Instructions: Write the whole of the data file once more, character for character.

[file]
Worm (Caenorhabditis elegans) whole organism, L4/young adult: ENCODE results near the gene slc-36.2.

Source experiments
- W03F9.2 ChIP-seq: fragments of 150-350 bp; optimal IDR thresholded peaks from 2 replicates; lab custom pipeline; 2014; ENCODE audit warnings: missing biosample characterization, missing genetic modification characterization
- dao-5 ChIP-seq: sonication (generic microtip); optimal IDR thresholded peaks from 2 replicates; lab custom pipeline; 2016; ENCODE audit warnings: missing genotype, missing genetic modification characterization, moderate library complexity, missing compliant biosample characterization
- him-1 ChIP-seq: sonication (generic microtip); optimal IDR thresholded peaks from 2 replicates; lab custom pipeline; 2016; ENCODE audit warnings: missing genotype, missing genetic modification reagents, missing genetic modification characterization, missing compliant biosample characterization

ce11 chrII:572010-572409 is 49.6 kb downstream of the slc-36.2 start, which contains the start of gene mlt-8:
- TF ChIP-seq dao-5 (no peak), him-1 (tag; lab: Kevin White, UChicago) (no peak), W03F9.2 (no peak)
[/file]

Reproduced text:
Worm (Caenorhabditis elegans) whole organism, L4/young adult: ENCODE results near the gene slc-36.2.

Source experiments
- W03F9.2 ChIP-seq: fragments of 150-350 bp; optimal IDR thresholded peaks from 2 replicates; lab custom pipeline; 2014; ENCODE audit warnings: missing biosample characterization, missing genetic modification characterization
- dao-5 ChIP-seq: sonication (generic microtip); optimal IDR thresholded peaks from 2 replicates; lab custom pipeline; 2016; ENCODE audit warnings: missing genotype, missing genetic modification characterization, moderate library complexity, missing compliant biosample characterization
- him-1 ChIP-seq: sonication (generic microtip); optimal IDR thresholded peaks from 2 replicates; lab custom pipeline; 2016; ENCODE audit warnings: missing genotype, missing genetic modification reagents, missing genetic modification characterization, missing compliant biosample characterization

ce11 chrII:572010-572409 is 49.6 kb downstream of the slc-36.2 start, which contains the start of gene mlt-8:
- TF ChIP-seq dao-5 (no peak), him-1 (tag; lab: Kevin White, UChicago) (no peak), W03F9.2 (no peak)